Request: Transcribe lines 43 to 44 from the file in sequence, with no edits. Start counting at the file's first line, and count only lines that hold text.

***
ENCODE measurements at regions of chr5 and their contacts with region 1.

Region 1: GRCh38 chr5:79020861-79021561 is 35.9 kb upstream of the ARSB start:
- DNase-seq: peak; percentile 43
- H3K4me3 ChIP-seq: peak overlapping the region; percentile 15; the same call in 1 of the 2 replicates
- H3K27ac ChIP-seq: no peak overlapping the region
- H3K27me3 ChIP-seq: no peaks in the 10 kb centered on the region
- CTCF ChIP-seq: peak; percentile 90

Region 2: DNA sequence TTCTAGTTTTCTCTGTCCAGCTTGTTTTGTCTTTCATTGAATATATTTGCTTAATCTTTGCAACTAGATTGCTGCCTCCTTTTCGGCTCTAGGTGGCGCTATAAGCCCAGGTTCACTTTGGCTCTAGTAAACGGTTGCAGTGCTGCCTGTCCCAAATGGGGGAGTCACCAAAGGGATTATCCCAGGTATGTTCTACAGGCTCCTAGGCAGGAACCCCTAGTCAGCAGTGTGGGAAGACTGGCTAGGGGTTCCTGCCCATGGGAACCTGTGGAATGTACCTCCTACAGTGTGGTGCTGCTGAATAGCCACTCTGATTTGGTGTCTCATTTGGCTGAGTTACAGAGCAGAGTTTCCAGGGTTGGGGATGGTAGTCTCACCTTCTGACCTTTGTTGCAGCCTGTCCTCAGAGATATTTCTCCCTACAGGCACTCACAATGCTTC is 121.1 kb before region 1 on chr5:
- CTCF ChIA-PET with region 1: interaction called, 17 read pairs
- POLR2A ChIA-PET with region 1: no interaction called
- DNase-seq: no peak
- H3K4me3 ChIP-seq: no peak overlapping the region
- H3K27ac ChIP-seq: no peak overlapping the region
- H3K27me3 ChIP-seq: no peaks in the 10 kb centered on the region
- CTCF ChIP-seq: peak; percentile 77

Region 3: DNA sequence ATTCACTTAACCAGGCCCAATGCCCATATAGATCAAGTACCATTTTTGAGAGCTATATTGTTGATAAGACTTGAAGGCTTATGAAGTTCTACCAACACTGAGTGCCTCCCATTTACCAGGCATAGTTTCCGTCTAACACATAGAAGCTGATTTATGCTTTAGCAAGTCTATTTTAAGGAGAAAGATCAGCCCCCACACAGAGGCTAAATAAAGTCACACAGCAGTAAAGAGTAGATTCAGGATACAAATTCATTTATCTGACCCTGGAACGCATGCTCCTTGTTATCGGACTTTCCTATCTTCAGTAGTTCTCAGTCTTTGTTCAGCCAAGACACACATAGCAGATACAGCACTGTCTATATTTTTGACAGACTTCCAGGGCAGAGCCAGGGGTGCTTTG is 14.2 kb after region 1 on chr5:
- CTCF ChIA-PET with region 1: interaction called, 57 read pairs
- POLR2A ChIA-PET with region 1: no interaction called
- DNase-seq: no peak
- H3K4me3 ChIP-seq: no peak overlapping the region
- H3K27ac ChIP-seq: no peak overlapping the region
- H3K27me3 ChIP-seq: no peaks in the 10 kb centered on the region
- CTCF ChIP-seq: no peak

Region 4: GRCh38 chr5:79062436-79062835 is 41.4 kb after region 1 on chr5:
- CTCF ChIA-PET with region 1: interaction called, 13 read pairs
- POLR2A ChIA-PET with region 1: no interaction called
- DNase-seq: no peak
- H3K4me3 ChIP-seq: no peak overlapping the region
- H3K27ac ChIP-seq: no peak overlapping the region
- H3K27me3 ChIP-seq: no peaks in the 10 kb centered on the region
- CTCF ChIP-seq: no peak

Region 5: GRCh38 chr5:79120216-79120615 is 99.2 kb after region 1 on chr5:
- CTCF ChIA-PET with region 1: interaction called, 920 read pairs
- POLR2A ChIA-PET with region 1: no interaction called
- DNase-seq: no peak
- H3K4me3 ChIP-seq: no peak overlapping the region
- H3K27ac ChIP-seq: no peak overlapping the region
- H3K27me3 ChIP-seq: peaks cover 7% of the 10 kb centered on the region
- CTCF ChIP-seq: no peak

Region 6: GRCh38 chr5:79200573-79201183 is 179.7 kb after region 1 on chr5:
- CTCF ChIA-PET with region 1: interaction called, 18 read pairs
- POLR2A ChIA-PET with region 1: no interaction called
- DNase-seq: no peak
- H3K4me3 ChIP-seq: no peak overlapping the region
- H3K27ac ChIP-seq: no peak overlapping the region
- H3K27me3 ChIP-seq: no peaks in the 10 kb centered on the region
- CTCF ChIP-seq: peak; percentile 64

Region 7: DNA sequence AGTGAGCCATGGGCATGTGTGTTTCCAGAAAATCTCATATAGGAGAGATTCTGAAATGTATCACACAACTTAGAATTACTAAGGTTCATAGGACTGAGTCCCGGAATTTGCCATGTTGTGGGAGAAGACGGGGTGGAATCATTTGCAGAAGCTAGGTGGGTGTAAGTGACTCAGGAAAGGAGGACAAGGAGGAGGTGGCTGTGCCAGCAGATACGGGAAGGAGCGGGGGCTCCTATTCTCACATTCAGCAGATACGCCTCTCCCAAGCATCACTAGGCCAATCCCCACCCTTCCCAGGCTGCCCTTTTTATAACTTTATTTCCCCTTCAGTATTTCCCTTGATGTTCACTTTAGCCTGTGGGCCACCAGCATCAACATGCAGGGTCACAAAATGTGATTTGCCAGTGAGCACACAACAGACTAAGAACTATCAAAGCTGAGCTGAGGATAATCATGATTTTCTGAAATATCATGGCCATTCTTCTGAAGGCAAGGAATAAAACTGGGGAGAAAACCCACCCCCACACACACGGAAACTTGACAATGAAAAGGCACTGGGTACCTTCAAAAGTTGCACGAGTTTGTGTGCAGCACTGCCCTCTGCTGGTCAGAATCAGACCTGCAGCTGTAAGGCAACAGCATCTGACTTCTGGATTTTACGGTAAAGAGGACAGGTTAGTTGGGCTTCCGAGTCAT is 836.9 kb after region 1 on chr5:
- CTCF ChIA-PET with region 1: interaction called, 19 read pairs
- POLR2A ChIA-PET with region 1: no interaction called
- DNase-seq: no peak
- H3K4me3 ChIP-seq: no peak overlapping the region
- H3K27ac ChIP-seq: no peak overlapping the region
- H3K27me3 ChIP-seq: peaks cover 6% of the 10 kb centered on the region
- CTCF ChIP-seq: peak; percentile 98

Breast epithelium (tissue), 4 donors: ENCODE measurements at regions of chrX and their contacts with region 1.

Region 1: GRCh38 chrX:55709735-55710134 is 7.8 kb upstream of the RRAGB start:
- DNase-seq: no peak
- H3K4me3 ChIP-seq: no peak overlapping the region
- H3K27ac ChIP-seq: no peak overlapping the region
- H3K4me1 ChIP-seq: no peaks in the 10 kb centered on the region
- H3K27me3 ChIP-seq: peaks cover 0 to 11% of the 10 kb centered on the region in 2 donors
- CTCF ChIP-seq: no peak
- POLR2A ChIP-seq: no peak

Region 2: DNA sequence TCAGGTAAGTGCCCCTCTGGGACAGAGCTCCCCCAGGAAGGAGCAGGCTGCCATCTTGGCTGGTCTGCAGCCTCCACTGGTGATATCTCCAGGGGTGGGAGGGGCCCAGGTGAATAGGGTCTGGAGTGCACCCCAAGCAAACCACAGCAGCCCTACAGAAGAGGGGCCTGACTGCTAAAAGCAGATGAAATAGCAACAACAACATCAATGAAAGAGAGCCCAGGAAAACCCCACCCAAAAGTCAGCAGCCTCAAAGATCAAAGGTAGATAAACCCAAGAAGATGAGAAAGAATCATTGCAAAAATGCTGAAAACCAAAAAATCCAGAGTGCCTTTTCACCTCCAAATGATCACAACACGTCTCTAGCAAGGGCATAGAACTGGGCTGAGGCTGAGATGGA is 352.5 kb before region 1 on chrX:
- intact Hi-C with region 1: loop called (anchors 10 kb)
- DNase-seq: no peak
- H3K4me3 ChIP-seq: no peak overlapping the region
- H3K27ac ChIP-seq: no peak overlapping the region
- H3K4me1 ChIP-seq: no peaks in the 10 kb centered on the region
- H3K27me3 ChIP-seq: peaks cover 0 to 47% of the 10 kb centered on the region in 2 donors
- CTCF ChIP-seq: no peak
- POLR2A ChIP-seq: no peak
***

- DNase-seq: no peak
- H3K4me3 ChIP-seq: no peak overlapping the region